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    BeringWatch observations contribute valuable information to 2015 large whale unusual mortality event

    Dead Gray Whale

    Dead gray whale filmed by King Cove fisherman Daniel Mack near Pankoff and East Anchor on the south side of the Alaska Peninsula.

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    Dead juvenile female humpback whale sighted by Darien Uttecht from the F/V Northern Star outside of Dolgoi Island.

    On June 10, 2015 Dakota Walker, the BeringWatch Sentinel Program coordinator for the Agdaagux Tribe of King Cove, Alaska received a report from fisherman Daniel Mack that he had seen a dead whale located near Pankoff and East Anchor on the south side of the Alaska Peninsula. Mack, a crew member of the F/V Echo was participating in a project designed to conduct community based ecological monitoring by fishermen in the King Cove/Aleutian Region funded by the North Pacific Research Board. The video and screen captures taken by the crew of the F/V Echo were forwarded to BeringWatch collaborator Kate Wynne of the Sea Grant Marine Advisory Program for identification and confirmation. The carcass was identified as a gray whale (Eschrichtius robustus) and a Level A Marine Mammal stranding Form was filled out to report the sighting to the National Marine Fisheries (NMFS) Marine Mammal Stranding Program. The observation was immediately added to a growing number of dead whale sightings that had recently been designated as the 2015 Gulf of Alaska Large Whale Unusual Mortality Event or UME. A UME is defined under the Marine Mammal Protection Act as a stranding event that is unexpected, involves a significant die-off of any marine mammal population, and demands immediate response. Wynne and the NOAA researchersĀ  emphasized the extreme importance of information from the members of the public such as BeringWatch Citizen Sentinels. During a UME it is especially important to have quick reporting when dead or distressed whales are spotted so that researchers can get to the animals, document them and, if possible collect samples either at sea or on the beach if the whales strand. Over the course of the summer four more dead whale sightings were reported to the Agdaagux Tribe by fishermen participating in the BeringWatch Citizen Sentinel program. These included two sightings of humpback whales (Megaptera novaeangliae) which were confirmed and added to the list of dead whales in the UME.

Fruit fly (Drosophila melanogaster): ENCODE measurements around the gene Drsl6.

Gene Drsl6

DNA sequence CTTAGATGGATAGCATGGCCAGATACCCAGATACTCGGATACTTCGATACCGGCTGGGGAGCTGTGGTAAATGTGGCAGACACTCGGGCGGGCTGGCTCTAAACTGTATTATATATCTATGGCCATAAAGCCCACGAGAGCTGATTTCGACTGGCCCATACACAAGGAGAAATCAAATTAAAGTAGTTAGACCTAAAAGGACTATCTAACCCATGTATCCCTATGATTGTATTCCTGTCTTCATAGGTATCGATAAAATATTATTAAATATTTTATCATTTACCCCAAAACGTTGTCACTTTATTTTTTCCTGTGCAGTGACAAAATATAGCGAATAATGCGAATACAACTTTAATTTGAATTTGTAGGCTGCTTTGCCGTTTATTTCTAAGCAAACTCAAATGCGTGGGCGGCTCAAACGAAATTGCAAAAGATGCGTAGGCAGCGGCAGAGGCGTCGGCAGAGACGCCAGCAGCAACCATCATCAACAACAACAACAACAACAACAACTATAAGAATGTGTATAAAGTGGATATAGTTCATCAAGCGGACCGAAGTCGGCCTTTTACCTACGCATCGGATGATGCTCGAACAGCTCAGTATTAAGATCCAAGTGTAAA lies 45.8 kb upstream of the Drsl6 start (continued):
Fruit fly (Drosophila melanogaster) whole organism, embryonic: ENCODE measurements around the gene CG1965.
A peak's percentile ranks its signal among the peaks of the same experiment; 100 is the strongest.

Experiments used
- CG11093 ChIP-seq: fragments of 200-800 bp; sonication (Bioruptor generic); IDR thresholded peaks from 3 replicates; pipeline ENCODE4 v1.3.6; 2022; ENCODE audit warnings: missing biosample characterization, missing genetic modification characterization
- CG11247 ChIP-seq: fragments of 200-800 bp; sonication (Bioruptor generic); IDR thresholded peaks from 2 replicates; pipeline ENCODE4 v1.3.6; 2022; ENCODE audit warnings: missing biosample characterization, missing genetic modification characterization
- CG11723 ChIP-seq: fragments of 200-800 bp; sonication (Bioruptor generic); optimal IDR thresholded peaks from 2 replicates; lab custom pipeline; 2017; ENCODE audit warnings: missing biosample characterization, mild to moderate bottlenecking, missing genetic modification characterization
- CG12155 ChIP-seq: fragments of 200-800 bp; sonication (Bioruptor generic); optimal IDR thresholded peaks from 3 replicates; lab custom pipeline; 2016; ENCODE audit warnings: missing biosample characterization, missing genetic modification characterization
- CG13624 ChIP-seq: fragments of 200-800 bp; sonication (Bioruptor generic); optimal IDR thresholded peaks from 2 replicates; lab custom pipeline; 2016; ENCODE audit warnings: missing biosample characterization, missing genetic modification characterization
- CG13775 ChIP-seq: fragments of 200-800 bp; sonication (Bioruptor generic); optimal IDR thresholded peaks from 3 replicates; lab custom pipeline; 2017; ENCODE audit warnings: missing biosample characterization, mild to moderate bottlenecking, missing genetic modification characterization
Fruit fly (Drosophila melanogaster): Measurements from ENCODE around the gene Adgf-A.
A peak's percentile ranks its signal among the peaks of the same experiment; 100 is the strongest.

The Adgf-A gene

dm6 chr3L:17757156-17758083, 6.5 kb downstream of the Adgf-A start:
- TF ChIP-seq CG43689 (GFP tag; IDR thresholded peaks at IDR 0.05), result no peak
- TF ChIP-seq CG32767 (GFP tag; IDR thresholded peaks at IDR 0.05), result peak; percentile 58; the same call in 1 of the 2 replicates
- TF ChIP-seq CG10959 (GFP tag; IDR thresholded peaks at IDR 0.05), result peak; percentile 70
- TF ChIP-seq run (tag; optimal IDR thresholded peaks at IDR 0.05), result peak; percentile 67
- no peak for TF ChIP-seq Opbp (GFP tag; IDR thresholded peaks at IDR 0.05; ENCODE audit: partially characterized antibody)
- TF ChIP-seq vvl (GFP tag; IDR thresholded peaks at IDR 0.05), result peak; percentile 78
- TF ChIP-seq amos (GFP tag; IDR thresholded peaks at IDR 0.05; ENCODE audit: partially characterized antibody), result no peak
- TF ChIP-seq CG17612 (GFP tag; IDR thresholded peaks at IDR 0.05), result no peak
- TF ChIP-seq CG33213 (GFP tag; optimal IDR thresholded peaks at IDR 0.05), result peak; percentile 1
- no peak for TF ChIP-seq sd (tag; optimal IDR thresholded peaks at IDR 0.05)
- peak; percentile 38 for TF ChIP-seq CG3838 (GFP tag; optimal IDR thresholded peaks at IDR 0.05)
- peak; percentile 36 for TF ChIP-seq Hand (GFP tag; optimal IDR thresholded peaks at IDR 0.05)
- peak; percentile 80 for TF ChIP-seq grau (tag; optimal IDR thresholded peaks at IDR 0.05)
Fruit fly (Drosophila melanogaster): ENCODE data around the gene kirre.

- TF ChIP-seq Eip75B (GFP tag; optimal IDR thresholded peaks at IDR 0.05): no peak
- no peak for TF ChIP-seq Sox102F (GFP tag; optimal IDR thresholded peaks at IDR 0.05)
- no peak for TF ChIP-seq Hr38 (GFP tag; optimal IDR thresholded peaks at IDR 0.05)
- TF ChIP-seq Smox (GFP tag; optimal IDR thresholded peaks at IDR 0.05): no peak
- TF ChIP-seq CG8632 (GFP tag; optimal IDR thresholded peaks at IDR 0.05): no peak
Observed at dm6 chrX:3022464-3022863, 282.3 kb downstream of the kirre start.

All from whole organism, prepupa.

From May to mid-August 30 large whales were reported including 11 fin whales (Balaenoptera physalus), 14 humpback whales, 1 gray whale and 4 other unidentified large cetaceans. Additional reports of dead whales also occurred off the coast of British Columbia, Canada. Scientists in the United States and Canada have yet to determine the cause of the 2015 large whale UME, however the investigation is ongoing. Unfortunately many of the whales were floating at sea or in an advanced stage of decomposition. Scientists were only able to obtain samples from one dead whale in Alaskan waters. Because all of the dead whales were species that feed by filtering water through plates of baleen in their jaws, one possible cause under investigation is that the whales may have ingested biotoxins present in harmful algal blooms such as red tides. Since the mid-1990s, UMEs associated with biotoxins from harmful algal blooms have become more common, the majority of which have been attributed to toxicity from domoic acid or brevetoxin. Toxic algal blooms can be caused by unusually warm ocean conditions, such as those observed in the eastern North Pacific since 2013 in conjunction with a sea surface temperature anomaly that has been nicknamed “the blob.” The unusually warm ocean conditions linked to the blob can have a variety of impacts on the marine ecosystem and have also been implicated in the 2013 California sea lion UME and increased strandings of Guadalupe fur seals.

    The unusualĀ  events occurring in the marine ecosystem in recent years highlight the importance of sightings documented by projects such as the BeringWatch Citizen Sentinel Program. With effective monitoring tools and training, local community members can provide reliable and important environmental information, especially on threatened or endangered species and unusual observations in the local environment.

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